A decision made in Australia that IBM New Zealand should not, for the first time, announce its local results ranks as one of the worst public relations blunders for many a year.
It's been widely thought for some time that IBM locally had a bad fiscal 1997. However, IBM's managing director Gowan Pickering has described it merely as a flat year.
The official reason for not publicly announcing the results is the ANZ model adopted by IBM, a matrix reporting model where New Zealand staff report into Australia and other centres.
But as a legal entity, the local subsidiary will eventually have to report its results to the Companies Office.
In the meantime, the decision leaves IBM wide open to speculation about its performance.
Market researcher IDC has received no response to its request for information. "Everyone's clamming up," says IDC manager Graham Penn, who's not prepared to publicly speculate.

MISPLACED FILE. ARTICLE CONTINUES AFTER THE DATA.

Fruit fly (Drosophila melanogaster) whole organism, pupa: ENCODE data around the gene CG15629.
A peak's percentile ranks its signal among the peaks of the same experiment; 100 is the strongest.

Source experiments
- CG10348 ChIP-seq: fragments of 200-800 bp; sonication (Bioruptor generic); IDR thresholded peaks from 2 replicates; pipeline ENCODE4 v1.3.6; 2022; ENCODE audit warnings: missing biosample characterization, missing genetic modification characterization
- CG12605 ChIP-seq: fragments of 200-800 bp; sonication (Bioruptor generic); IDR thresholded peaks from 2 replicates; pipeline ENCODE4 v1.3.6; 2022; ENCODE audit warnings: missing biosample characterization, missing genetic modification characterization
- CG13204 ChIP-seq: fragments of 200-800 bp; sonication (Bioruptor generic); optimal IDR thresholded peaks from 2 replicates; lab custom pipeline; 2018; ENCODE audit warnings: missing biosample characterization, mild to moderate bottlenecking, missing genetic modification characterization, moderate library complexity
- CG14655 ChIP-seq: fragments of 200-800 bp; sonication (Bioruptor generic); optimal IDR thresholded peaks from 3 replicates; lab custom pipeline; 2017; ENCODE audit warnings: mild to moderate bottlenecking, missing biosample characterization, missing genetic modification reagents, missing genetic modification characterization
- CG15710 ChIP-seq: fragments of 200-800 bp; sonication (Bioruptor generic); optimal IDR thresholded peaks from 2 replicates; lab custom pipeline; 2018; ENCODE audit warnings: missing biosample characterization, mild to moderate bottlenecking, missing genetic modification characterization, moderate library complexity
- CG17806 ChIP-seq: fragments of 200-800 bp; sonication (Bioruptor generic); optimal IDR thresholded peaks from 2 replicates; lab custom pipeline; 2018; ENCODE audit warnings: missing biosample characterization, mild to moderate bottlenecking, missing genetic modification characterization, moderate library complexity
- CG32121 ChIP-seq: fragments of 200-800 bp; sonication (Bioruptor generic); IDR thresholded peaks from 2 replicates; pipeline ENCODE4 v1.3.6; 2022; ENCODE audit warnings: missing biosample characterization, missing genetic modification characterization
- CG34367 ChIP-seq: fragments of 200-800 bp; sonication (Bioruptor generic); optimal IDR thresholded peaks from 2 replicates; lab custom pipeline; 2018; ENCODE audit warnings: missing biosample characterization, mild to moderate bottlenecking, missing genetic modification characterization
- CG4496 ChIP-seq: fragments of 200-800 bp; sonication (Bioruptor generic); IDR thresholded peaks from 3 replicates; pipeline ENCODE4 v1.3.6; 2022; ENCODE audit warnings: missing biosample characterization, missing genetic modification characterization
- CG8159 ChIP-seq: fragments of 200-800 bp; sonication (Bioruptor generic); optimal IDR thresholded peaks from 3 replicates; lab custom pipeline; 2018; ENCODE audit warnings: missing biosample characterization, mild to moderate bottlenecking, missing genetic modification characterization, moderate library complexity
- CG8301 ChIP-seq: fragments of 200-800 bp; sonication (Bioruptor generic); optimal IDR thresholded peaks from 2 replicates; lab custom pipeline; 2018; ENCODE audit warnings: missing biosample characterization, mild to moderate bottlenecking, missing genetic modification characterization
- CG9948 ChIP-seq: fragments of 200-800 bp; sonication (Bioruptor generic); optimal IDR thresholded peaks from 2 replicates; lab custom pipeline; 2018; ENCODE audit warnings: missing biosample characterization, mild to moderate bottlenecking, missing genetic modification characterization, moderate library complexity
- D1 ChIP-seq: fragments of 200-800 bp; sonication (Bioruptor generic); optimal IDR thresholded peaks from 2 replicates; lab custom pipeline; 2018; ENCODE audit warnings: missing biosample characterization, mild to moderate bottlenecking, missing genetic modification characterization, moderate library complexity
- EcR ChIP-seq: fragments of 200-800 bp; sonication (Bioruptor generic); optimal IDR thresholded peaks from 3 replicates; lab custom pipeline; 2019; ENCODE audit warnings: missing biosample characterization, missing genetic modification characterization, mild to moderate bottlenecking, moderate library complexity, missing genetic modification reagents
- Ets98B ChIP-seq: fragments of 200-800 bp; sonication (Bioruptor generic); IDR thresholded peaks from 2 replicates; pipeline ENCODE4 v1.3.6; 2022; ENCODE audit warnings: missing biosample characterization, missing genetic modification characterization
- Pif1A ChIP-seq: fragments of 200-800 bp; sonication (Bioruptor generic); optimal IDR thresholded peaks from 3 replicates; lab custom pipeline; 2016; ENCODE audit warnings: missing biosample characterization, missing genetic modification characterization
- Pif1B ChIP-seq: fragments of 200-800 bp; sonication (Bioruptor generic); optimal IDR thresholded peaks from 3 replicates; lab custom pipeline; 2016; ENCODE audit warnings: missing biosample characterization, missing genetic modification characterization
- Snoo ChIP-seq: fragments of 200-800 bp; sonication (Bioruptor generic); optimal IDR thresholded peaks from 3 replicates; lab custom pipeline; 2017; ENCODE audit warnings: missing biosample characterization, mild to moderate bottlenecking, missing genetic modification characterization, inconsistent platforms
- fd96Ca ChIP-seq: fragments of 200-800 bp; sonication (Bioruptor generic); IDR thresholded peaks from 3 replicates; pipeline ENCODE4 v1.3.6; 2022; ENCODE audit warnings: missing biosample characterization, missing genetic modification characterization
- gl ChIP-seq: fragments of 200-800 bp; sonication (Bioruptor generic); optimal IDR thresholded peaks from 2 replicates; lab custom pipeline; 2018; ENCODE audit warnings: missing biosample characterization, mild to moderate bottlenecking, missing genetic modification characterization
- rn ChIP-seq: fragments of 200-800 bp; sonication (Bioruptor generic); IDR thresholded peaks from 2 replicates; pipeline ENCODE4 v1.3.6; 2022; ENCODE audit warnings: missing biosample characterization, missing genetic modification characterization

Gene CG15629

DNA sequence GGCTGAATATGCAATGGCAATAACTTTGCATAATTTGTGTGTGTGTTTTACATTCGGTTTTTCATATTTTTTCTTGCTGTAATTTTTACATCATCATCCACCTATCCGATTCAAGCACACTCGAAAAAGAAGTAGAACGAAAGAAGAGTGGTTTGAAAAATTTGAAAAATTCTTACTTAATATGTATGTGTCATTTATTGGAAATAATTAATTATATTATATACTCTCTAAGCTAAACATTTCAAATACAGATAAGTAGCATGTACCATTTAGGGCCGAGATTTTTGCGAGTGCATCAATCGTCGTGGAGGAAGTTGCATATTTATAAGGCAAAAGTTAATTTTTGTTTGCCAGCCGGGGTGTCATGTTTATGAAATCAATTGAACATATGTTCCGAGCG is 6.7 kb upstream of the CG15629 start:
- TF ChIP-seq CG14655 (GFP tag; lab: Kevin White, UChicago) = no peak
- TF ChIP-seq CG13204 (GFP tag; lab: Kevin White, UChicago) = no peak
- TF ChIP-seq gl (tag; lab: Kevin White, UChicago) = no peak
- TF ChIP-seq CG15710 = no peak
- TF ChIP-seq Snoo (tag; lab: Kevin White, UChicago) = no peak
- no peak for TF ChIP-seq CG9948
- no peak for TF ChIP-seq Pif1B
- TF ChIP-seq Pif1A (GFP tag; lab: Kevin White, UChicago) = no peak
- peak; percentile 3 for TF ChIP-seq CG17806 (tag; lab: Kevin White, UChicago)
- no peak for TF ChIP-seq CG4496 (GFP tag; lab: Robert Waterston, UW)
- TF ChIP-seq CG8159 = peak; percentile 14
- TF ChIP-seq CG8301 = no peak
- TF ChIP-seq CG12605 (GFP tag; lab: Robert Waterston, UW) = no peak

IBM took some big hits in 1997. It dropped out of the retail PC market and, anecdotally, has not performed well in the corporate market where it is thought to have fallen some distance behind market leader Compaq, Hewlett-Packard and Digital.
All will be revealed in time, when the figures are lodged with the Companies Office. But as experience shows, many organisations manage to stave off doing that for more than a year, tending to relegate such figures (they hope) to the dustbin of history.
It's not as if, under the ANZ arrangement, IBM New Zealand doesn't know its numbers. After all, IBM Australia has announced its figures, so it can unscramble eggs.